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Sunday, October 25th, 2009

Foursquare Isn’t Competing With Brightkite

October 24, 2009 by Jason Bean  
Filed under Computers

I’ve been playing with Foursquare lately since they added Indianapolis to their list of cities. I was waiting on it to come to the city and now it’s here. I’m not sure it’s really what I expected at all.


I’ve been using Brightkite for quite awhile and honestly I thought that Foursquare and Brightkite would be competitors, but they’re really not. In my opinion Brightkite is purely a geo-location update service that allows you to check-in so people can know where you are and potential meet you out somewhere.

Brightkite is tightly integrated into Google mapping functionality and you can lookup a location and if it’s in Google maps you can check-in at that location. Your friends and fans can be alerted to your location updates and respond. You can also share comments and photos from the locations you’re at as well.

Foursquare is more of a social event and function website. I get the impression that what you’re doing is more important than necessarily where you’re at. Foursquare doesn’t seem to be connected to any mapping service under the hood because if you check-in somewhere for the first time, you have to add the address details and location yourself. I’ve rarely checked in somewhere where I didn’t have to do this, and those times were because I’d already entered the information myself earlier.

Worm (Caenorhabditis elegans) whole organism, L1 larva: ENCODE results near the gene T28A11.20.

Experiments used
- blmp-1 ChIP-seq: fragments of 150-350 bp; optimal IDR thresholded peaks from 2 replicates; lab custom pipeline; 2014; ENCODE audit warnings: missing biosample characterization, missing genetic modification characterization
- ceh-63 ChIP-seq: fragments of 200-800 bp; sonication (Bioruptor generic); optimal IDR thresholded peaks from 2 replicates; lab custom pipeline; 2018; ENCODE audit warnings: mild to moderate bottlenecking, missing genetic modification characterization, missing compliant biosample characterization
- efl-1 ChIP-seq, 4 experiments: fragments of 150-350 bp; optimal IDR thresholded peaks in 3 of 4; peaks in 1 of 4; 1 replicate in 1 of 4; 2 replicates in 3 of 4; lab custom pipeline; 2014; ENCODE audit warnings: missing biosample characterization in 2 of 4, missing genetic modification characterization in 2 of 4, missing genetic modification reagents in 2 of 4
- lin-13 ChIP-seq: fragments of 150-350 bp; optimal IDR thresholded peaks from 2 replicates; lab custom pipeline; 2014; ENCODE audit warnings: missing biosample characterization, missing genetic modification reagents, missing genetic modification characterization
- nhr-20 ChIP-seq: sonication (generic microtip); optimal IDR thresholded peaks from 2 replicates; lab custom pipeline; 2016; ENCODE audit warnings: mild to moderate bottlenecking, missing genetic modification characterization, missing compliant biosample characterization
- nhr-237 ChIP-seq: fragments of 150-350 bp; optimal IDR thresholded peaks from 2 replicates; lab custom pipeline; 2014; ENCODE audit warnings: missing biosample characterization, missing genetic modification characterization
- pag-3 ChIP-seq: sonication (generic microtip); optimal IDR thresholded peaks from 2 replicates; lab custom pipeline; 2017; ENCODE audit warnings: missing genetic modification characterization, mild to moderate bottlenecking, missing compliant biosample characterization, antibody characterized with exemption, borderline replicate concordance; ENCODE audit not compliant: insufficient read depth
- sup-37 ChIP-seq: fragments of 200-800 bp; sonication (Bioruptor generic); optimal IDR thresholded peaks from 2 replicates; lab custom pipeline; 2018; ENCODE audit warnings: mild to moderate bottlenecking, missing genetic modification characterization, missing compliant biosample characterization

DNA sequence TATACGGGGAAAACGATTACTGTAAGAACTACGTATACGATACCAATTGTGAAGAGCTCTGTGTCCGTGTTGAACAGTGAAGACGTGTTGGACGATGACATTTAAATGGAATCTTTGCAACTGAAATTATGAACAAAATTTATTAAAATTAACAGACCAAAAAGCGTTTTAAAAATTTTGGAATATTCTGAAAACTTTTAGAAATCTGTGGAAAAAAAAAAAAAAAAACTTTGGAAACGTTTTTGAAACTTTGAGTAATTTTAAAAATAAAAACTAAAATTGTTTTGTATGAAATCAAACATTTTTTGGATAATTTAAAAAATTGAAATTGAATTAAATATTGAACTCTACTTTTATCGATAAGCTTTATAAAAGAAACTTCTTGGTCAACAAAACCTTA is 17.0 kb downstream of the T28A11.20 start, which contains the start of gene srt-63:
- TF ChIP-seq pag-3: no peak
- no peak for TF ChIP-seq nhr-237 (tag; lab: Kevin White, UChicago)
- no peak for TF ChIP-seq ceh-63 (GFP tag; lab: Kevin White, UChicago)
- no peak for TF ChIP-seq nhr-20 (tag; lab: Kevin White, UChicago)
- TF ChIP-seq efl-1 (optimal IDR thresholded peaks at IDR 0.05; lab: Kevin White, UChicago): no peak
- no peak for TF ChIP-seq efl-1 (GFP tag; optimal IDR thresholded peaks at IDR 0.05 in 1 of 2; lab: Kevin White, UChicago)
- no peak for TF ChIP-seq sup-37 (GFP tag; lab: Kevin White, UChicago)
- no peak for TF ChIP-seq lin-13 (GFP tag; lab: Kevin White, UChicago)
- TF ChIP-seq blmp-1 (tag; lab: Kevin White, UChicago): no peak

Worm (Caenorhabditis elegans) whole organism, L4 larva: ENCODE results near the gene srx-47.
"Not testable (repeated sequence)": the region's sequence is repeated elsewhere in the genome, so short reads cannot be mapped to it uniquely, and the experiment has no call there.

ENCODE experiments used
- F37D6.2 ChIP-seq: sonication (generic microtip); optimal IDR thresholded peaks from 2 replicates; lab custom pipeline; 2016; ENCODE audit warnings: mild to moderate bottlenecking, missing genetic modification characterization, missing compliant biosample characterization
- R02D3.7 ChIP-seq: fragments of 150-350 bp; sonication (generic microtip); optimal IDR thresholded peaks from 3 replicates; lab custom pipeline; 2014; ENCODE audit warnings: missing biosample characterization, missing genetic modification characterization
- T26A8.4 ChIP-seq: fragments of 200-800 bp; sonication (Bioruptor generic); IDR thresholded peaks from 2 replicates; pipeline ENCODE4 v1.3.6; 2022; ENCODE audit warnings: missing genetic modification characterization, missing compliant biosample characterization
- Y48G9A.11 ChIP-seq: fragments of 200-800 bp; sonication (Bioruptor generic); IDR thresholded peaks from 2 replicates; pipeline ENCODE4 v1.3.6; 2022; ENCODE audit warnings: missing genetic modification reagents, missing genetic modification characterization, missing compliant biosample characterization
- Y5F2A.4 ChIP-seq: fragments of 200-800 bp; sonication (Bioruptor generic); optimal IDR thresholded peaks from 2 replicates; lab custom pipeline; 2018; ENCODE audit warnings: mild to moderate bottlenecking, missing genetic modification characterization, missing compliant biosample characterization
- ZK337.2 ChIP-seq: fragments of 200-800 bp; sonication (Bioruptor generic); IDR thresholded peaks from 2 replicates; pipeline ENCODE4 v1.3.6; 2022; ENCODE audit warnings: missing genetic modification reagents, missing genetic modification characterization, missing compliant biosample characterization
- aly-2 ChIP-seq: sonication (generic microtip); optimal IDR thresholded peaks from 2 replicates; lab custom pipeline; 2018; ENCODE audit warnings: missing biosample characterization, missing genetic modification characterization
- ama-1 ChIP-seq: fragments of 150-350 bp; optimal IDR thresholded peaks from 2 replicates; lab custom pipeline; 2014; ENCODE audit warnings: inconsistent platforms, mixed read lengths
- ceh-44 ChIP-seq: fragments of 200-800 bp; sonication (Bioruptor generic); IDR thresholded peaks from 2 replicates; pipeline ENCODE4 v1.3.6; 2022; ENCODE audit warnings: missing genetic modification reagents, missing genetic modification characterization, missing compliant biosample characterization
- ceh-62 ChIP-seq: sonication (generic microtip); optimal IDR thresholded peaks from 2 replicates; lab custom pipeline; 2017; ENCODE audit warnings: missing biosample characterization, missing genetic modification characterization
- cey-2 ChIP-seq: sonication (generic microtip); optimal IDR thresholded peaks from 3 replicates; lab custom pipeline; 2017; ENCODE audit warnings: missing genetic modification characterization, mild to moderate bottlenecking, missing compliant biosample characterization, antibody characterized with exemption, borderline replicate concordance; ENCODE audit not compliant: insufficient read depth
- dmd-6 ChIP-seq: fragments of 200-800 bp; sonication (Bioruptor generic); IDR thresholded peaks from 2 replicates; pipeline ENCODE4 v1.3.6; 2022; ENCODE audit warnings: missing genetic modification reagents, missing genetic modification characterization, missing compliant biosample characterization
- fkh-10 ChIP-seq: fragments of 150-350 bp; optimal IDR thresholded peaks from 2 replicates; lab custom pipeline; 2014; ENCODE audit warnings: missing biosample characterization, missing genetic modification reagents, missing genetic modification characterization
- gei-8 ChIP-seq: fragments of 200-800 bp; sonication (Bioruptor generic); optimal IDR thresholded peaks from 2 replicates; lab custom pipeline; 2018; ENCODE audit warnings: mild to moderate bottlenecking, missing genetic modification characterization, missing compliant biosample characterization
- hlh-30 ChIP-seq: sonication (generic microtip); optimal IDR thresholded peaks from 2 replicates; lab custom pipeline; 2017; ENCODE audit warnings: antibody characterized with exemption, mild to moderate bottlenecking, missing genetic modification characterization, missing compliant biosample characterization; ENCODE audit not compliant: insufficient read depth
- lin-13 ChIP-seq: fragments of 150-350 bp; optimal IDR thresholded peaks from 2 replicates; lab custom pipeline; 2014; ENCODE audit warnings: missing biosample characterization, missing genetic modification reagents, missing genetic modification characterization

With Foursquare you collect points for checking in at various locations and you can earn badges for being the person that checks in to a location more than anyone else. You also leave "Tips" for people on what they should do when they’re at a location.

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  • YardBarker


2 Responses to “Foursquare Isn’t Competing With Brightkite”
  1. Thomas Ho says:

    I linked back to this post from my Foursquare post at

    I’m hoping the “game” of Foursquare catches on here in Indy so we get a higher rate of adoption than we have with Brightkite. As I said, I expect the ICVA and IndyHub folks would like that, don’t you agree?

  2. Jason Bean says:

    You’re right, any city’s convention and visitors bureau should really jump on these types of services. They can encourage people to use them, perhaps even sponsor contests or cross-promotions, but getting adoption rates increased really relies on the services themselves for the most part. The services need to be so easy to use that non-techy types are also using them. I think Foursquare not having any links with mapping search is a huge problem for their adoption. When you’re checking in somewhere, the chance that you know the phone number and all the address details is pretty slim for the most part.

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